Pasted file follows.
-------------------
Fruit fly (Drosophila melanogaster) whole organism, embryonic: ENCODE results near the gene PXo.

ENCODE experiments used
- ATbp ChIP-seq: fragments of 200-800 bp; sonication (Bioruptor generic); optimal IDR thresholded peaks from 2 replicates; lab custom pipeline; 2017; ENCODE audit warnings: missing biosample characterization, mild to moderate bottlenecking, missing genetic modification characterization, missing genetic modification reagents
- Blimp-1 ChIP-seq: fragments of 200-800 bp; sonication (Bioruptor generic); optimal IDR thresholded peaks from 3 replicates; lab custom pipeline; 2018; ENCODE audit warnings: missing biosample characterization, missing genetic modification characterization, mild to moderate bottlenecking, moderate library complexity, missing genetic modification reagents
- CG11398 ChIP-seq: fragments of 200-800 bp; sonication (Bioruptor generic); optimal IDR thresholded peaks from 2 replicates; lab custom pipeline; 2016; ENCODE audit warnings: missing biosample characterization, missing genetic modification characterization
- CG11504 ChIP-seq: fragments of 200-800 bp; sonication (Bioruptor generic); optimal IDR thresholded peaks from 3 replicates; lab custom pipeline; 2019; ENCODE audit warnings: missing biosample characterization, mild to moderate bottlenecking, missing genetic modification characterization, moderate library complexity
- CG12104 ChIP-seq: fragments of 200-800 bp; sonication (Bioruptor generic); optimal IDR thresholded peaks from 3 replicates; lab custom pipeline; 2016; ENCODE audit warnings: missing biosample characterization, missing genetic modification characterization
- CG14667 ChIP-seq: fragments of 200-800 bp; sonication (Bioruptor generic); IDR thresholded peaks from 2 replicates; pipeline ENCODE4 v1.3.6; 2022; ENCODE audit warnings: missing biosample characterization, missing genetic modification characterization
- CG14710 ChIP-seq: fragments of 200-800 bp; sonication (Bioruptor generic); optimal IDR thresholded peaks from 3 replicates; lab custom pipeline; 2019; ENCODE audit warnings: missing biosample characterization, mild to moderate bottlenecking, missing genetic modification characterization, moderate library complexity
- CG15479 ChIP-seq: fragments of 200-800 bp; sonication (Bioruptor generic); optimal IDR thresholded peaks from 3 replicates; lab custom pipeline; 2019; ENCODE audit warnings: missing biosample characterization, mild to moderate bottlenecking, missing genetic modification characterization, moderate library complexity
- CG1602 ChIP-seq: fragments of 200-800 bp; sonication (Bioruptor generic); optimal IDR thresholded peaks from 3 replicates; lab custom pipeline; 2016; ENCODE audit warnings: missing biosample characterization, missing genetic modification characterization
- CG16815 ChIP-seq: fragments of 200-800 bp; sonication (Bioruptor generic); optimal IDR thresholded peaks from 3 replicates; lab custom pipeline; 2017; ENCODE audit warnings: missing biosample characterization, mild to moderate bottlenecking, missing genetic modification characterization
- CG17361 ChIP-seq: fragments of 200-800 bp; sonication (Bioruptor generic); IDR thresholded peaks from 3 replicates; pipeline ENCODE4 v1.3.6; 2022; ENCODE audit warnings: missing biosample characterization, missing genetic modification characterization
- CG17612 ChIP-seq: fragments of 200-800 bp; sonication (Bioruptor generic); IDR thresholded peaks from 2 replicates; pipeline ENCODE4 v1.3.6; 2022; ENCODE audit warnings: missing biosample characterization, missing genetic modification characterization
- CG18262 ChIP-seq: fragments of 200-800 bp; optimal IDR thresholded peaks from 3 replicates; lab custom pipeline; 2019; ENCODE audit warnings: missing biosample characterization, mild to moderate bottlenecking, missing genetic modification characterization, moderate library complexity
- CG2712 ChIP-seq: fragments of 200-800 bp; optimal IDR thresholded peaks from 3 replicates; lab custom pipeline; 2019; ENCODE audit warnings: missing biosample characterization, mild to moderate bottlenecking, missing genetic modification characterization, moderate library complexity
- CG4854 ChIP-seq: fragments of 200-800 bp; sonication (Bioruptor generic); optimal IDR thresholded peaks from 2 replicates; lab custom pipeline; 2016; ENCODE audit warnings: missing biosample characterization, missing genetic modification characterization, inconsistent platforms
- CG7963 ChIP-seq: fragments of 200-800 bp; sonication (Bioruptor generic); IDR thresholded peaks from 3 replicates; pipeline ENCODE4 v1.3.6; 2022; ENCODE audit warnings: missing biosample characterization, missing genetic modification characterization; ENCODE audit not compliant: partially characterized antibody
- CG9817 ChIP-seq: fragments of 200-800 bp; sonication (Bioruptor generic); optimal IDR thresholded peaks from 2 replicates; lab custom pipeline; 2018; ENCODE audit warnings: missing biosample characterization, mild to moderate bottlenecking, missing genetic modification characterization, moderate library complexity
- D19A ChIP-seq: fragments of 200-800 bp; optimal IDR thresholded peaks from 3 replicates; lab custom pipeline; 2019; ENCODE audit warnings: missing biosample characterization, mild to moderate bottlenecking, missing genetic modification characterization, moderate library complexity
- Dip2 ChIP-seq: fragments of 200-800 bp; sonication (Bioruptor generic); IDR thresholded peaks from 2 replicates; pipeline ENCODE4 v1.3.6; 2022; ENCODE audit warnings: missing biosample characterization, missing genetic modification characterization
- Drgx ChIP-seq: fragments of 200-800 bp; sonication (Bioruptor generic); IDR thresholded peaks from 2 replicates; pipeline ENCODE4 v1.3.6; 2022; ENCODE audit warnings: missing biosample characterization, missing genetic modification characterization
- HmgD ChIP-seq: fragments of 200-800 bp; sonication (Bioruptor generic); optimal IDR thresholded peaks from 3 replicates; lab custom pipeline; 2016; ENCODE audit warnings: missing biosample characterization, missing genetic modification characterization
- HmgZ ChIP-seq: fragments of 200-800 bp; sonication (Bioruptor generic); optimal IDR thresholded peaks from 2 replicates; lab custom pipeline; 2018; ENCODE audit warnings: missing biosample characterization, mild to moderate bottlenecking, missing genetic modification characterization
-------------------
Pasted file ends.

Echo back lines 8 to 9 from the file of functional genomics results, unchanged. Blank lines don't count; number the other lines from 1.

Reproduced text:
- CG14667 ChIP-seq: fragments of 200-800 bp; sonication (Bioruptor generic); IDR thresholded peaks from 2 replicates; pipeline ENCODE4 v1.3.6; 2022; ENCODE audit warnings: missing biosample characterization, missing genetic modification characterization
- CG14710 ChIP-seq: fragments of 200-800 bp; sonication (Bioruptor generic); optimal IDR thresholded peaks from 3 replicates; lab custom pipeline; 2019; ENCODE audit warnings: missing biosample characterization, mild to moderate bottlenecking, missing genetic modification characterization, moderate library complexity